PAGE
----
Dog guide found after night away
A blind St. Paul man whose dog guide ran away during the December 12 blizzard was relieved to find the dog safe at a neighbor’s house the next day. Justin McDevitt’s dog Spaulding, a 22-month-old golden retriever, ran away while McDevitt was shoveling snow behind his home in St. Paul’s Merriam Park neighborhood. The dog had a collar but no tags.
The hunt for the dog involved the city’s Animal Humane Society and Animal Control, as well as neighbors and friends. Twin Cities news media ran reports asking for people to look out for the dog and family members searched the neighborhood.
Neighbor Connie Murphy found the dog outside. She put him on a leash and walked him around the neighborhood to find his owner before allowing him to sleep overnight in her home. After learning of Spaulding’s disappearance from news reports Murphy returned the dog to McDevitt. McDevitt has only had Spaulding for a short time. [Source: Pioneer Press]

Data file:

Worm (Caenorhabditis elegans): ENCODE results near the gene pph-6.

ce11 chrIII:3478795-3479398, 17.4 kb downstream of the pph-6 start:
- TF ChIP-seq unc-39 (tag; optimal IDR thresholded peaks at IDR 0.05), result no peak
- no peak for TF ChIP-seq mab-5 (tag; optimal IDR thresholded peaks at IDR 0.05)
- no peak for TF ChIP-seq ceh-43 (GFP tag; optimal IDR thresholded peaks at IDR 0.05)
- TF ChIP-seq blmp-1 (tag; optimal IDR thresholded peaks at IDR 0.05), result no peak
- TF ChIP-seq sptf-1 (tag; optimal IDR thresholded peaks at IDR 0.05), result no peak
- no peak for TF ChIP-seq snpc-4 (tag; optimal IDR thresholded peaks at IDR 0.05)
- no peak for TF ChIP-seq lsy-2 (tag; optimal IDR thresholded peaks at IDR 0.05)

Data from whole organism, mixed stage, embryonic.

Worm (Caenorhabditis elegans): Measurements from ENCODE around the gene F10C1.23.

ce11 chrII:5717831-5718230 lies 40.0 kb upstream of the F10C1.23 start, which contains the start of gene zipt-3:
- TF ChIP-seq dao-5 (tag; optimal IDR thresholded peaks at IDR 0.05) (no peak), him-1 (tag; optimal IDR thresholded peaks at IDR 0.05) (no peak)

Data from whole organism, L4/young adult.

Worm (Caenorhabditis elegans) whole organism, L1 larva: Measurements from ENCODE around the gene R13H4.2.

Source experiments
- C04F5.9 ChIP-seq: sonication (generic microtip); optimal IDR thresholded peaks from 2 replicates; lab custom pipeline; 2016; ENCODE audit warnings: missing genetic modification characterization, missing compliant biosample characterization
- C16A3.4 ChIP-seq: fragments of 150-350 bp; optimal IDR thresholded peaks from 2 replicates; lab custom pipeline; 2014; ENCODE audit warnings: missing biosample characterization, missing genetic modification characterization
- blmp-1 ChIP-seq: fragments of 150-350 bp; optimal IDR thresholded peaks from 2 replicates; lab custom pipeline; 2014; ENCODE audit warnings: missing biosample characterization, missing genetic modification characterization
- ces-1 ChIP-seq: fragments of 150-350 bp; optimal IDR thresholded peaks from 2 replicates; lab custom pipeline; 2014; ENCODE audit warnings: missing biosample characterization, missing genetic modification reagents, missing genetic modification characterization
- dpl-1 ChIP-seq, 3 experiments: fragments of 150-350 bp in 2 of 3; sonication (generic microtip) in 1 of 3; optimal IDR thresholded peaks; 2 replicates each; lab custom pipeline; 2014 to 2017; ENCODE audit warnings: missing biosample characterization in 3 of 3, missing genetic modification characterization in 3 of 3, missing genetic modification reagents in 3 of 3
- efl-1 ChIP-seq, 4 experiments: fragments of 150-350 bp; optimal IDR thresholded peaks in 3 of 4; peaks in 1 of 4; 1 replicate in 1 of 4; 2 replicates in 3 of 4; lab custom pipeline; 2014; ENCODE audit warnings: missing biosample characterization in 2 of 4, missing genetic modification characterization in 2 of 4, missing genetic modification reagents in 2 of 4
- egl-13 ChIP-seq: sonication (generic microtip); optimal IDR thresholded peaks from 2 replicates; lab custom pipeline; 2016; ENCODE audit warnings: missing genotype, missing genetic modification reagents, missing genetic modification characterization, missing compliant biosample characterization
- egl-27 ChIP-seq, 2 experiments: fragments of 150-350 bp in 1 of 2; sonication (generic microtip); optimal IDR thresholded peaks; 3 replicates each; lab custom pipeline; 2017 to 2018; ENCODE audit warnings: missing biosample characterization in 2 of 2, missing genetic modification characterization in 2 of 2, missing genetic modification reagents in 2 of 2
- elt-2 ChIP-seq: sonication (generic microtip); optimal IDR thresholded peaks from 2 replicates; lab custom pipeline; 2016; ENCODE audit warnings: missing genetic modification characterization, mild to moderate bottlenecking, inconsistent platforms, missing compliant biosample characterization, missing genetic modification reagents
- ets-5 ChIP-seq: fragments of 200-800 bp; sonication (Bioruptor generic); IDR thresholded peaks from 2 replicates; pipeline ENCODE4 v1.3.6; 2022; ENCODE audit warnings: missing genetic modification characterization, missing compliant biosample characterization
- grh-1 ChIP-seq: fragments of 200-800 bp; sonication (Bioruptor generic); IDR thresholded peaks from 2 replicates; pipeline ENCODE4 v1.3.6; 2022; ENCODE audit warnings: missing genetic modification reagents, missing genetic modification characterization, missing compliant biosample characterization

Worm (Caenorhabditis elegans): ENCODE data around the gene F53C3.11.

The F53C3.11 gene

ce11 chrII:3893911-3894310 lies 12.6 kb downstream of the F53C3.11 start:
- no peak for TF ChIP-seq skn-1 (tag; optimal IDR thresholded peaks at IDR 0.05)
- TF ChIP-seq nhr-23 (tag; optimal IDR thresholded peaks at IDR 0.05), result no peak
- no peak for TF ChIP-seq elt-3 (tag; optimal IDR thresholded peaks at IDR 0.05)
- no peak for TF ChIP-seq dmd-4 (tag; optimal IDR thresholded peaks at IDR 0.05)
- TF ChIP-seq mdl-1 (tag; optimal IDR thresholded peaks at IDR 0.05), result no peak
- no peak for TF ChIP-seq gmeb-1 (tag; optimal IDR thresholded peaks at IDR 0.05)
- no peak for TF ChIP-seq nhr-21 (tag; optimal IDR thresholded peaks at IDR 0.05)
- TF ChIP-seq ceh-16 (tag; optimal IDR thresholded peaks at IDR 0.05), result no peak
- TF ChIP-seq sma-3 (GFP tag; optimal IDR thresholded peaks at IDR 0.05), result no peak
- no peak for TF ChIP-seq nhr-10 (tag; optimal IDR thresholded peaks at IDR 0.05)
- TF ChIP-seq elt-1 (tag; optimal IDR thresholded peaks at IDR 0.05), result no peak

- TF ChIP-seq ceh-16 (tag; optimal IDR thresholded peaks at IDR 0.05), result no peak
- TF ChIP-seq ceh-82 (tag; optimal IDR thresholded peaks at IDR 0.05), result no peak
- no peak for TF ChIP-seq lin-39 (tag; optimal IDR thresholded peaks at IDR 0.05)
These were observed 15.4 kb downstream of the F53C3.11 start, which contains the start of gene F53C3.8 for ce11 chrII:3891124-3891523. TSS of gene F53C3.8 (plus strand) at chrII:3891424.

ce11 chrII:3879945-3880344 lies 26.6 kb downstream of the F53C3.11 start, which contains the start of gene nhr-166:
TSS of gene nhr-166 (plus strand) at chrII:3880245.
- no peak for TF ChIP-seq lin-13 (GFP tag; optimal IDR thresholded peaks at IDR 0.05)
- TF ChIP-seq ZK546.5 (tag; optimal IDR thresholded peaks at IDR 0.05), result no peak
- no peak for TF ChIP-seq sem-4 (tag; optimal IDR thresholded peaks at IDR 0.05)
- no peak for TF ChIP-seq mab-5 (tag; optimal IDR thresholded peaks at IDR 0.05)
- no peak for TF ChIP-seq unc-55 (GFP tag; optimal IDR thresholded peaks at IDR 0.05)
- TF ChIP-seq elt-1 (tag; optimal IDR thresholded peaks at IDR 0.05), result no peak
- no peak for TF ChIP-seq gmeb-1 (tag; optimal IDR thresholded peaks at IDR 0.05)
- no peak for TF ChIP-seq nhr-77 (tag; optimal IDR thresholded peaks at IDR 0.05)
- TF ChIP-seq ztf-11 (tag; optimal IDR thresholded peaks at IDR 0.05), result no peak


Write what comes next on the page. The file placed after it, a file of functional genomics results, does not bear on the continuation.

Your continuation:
Help available to find family members
The Anoka County Sheriff’s Office is offering a new service to Anoka County residents: transmitting bracelets for any person with cognitive impairments who has a tendency to get lost.
“It’s not for moms who are just worried their child will wander off; this is not a babysitting tool,” said Christine Platz, a spokeswoman for Project Lifesaver International, which makes the bracelets.
Project Lifesaver International is a nonprofit organization that works with public safety agencies to help find missing children and adults with Alzheimer’s, autism or dementia.
Participants in the program are fitted with transmitting bracelets on their wrists or ankles. If a client wanders off, the Sheriff’s Office is notified by a friend or family member and sends a response team with specialized equipment to locate the missing person. The bracelet uses a radio frequency.
The last time a person went missing in Anoka County was a year ago, when an elderly woman suffering from dementia wandered from home with her dog. It took the Sheriff’s Office two days to find her, said Sheriff’s Office Lt. Shelly Orlando. [Source: Star Tribune]
Final sentencing in nursing home case